Belarus closes the border for the domestic opposition
On March 7, Belarusian border guards did not allow the Chairman of the United Civil Party Anatoly Liabedzka to leave Belarus en route to Lithuania. On the same day, the wife of Liabedzka became a subject to extended examination at the same border while traveling from Lithuania to Belarus. Also, Mr. Dobrovolski, Deputy Chairman of the UCP, was taken off the train en route to Lithuania.
The ban on leaving Belarus for the Head of the UCP Mr. Liabedzka without any explanation implies the Belarusian authorities had to improvise and had no clear action plan against the politician. Otherwise, the authorities would have referred to a formal pretext, for instance, a “criminal” case initiated against him.
Actions against Messrs Liabedzka and Dobrovolsky could represent a “symmetrical response” to the visa restrictions, imposed by the EU against Belarusian officials. However, unlike the ban on entry to the EU of foreign nationals, a ban on leaving the country for the citizens of the country is a more complicated task: it contradicts the Belarusian legislation in the first place.
These recent developments at the Belarusian-Lithuanian border confirm that the Belarusian authorities have not yet decided on the tactics in response to the demands and actions of the EU. They adhere to the tactics of passive retention of the status quo: political prisoners are not released, the CEC threatens not to invite OSCE observers to the parliamentary elections in the autumn, and in response to the visa sanctions against Belarusian officials the authorities introduced vague travel bans on opposition politicians.
These passive measures only meant to restrict the leadership of opposition parties (the UCP in this particular case) from maintaining their international contacts. It is worth mentioning that some governmental officials advocated for a “pro-active” response, i.e. to introduce penalties against those who call for sanctions against Belarus (it has been recently discussed in the Prosecutor’s Office). However, such pro-active response fits in badly with the existing trend towards “passive response” and therefore unlikely to be implemented.
The rapid increase in wages has led to a decline in the ratio between labour productivity and real wages to one. Previously, the rule was that enterprises, in which the state owned more than 50% of shares in the founding capital, were not allowed increasing salaries if this ratio was equal to or less than one. The authorities are unlikely to be able to meet the wage growth requirement without long-term consequences for the economy. Hence, the government is likely to contain wage growth for the sake of economic growth.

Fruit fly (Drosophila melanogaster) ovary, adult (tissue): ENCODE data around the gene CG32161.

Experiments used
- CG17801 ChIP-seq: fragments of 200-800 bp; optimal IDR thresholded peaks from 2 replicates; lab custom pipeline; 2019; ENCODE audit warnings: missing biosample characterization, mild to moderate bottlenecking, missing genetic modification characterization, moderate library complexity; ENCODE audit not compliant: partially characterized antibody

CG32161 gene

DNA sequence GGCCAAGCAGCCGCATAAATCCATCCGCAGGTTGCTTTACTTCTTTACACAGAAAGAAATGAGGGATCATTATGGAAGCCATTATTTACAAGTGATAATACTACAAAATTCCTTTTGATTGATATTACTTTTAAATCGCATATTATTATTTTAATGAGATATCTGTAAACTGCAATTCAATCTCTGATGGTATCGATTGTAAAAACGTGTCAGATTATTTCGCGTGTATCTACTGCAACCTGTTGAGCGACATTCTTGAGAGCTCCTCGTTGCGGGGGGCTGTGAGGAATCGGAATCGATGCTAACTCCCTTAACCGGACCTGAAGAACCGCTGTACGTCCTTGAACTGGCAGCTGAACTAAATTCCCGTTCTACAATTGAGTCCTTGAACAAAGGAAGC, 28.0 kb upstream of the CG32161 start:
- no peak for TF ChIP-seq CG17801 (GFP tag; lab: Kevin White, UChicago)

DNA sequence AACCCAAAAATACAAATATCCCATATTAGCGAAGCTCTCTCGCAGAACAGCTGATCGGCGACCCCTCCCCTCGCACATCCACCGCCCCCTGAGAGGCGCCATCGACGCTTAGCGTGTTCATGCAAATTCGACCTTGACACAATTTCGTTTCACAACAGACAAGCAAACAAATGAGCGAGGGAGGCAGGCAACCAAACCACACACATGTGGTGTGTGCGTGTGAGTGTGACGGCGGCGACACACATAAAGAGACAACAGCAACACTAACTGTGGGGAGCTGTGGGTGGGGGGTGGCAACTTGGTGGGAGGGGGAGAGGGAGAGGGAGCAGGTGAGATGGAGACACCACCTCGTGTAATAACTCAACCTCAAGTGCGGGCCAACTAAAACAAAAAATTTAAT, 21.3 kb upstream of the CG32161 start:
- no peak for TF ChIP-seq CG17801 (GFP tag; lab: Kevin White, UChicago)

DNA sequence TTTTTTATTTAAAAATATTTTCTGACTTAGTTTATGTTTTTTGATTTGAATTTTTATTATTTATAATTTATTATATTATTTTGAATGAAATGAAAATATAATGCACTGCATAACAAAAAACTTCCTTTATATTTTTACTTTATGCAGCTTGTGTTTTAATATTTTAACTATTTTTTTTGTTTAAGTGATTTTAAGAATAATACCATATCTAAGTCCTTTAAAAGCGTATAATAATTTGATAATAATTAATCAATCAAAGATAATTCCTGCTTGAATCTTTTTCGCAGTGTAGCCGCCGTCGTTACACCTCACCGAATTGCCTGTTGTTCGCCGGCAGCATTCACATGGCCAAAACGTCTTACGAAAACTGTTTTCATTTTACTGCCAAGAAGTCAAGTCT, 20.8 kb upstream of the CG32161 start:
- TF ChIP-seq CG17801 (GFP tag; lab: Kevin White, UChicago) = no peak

According to Belstat, In January – August 2017, GDP growth was 1.6%. The economic revival has led to an increase in wages. In August, the average monthly wage was BYN 844.4 or USD 435, i.e. grew by 6.6% since early 2017, adjusted for inflation. This has reduced the ratio between labour productivity and real wages from 1.03 in January 2017 to 1 in the first seven months of 2017. This parameter should not be less than 1, otherwise, the economy starts accumulating imbalances.
The need for faster growth in labour productivity over wage growth was stated in Decree No 744 of July 31st, 2014. The decree enabled wages growth at state organizations and organizations with more than 50% of state-owned shares only if the ratio between growth in labour productivity and wages was higher than 1. Taking into account the state's share in the economy, this rule has had impact on most of the country's key enterprises. In 2013 -2014 wages grew rapidly, which resulted in devaluation in 2014-2015.
Faster wage growth as compared with growth in labour productivity carries a number of risks. Enterprises increase cost of wages, which subsequently leads to a decrease in the competitiveness of products on the domestic and foreign markets. In construction, wholesale, retail trade, and some other industries the growth rate of prime cost in 2017 outpaces the dynamics of revenue growth. This is likely to lead to a decrease in profits and a decrease in investments for further development. Amid wage growth, the population is likely to increase import consumption and reduce currency sales, which would reduce the National Bank's ability to repay foreign and domestic liabilities.
The Belarusian government is facing a dilemma – either to comply with the president’s requirement of a BYN 1000 monthly wage, which could lead to new economic imbalances and could further affect the national currency value, or to suspend the wage growth in order to retain the achieved economic results. That said, the first option bears a greater number of negative consequences for the nomenclature.
Overall, the rapid growth in wages no longer corresponds the pace of economic development. The government is likely to retain the economic growth and retrain further growth in wages. Staff reshuffles are unlikely to follow the failure to meet the wage growth requirement.